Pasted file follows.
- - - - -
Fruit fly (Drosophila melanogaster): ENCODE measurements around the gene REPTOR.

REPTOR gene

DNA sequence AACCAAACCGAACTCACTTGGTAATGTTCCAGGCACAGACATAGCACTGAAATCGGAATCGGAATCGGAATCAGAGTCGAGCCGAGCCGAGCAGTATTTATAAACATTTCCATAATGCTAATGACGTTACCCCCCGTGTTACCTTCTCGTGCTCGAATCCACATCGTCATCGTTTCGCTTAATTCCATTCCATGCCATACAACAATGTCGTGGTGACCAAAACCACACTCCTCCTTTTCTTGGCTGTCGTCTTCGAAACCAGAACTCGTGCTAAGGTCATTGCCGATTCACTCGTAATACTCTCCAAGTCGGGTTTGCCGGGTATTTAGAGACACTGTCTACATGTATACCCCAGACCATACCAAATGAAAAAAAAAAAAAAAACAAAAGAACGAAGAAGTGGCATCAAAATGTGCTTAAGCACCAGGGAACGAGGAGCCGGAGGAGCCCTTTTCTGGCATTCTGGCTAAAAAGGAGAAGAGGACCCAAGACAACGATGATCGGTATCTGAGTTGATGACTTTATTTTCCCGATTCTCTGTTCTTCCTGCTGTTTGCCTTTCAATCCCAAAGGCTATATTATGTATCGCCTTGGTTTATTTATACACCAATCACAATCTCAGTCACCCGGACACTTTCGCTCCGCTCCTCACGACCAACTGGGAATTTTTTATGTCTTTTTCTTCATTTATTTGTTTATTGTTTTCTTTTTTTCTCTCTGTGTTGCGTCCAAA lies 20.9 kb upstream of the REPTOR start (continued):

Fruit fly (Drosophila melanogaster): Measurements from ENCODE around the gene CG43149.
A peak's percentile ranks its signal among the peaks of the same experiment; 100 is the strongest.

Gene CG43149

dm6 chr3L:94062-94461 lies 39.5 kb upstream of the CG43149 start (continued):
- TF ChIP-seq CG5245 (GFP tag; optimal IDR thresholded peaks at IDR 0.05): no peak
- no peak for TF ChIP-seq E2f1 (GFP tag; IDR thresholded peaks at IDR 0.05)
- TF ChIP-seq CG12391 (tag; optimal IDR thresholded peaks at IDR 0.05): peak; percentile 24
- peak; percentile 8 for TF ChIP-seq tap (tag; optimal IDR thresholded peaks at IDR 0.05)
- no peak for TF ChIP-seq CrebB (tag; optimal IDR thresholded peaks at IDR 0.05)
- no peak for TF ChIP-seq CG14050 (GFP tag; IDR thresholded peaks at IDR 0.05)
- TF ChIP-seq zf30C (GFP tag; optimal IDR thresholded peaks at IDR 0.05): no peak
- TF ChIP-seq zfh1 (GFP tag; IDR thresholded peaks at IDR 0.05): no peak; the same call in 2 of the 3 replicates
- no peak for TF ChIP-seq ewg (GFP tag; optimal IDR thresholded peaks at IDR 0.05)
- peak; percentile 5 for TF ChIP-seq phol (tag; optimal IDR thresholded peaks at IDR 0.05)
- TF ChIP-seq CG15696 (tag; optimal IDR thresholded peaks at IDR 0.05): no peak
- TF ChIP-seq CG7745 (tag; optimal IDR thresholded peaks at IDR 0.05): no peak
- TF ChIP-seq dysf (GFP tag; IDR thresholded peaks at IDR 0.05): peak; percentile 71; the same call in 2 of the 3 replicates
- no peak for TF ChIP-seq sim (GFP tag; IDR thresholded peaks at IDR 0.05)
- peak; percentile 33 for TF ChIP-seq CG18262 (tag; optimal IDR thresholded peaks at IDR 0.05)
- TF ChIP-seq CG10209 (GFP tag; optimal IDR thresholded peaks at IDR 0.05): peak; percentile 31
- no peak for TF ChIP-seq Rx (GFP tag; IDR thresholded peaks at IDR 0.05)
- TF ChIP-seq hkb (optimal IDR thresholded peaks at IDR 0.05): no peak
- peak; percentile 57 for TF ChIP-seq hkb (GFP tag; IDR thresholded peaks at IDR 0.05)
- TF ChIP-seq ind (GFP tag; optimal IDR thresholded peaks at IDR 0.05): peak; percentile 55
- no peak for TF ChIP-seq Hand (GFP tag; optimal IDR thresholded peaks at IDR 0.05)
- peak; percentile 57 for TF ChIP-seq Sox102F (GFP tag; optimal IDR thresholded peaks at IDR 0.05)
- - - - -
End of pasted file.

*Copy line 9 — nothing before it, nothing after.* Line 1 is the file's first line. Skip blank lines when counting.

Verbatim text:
- no peak for TF ChIP-seq E2f1 (GFP tag; IDR thresholded peaks at IDR 0.05)